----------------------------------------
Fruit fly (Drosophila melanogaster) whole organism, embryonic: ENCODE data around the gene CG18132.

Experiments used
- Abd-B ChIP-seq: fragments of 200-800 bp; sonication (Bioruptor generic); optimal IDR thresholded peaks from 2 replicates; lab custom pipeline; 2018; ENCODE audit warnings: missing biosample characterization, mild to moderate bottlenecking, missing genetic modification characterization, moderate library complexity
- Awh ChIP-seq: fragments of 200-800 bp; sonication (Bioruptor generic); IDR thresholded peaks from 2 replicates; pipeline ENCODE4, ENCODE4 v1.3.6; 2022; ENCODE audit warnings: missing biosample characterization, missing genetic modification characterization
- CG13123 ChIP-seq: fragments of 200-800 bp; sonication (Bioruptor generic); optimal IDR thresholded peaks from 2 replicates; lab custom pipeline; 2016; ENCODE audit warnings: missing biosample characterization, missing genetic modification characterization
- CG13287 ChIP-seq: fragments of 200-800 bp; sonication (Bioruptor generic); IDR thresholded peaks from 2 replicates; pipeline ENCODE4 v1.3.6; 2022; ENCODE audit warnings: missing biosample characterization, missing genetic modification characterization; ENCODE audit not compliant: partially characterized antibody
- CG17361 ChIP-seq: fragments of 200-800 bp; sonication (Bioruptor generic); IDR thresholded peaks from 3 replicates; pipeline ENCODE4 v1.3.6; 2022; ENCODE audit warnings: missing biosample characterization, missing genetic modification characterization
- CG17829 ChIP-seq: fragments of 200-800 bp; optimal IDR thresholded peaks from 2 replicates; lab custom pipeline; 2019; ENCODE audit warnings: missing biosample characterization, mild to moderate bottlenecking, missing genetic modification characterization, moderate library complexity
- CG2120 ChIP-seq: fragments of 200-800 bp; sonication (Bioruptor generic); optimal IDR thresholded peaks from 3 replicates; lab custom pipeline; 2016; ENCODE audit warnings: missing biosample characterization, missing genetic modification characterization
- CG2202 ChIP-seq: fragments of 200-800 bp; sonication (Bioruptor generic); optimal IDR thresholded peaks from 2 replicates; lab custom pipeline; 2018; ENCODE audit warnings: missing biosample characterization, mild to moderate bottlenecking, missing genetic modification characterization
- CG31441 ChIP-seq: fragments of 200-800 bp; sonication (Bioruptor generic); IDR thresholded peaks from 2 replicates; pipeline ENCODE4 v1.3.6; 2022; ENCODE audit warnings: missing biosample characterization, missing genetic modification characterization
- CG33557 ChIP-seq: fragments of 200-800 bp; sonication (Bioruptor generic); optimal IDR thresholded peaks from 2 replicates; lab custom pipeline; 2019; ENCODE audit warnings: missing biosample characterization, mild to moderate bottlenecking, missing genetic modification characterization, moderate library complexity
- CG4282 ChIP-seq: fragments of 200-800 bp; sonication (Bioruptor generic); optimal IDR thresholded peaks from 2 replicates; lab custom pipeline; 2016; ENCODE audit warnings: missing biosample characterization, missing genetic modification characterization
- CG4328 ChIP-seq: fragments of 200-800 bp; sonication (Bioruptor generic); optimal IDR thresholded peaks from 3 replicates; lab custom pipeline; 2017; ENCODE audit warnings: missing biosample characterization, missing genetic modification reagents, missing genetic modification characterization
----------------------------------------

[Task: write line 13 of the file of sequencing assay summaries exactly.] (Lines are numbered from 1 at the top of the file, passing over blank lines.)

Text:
- CG4282 ChIP-seq: fragments of 200-800 bp; sonication (Bioruptor generic); optimal IDR thresholded peaks from 2 replicates; lab custom pipeline; 2016; ENCODE audit warnings: missing biosample characterization, missing genetic modification characterization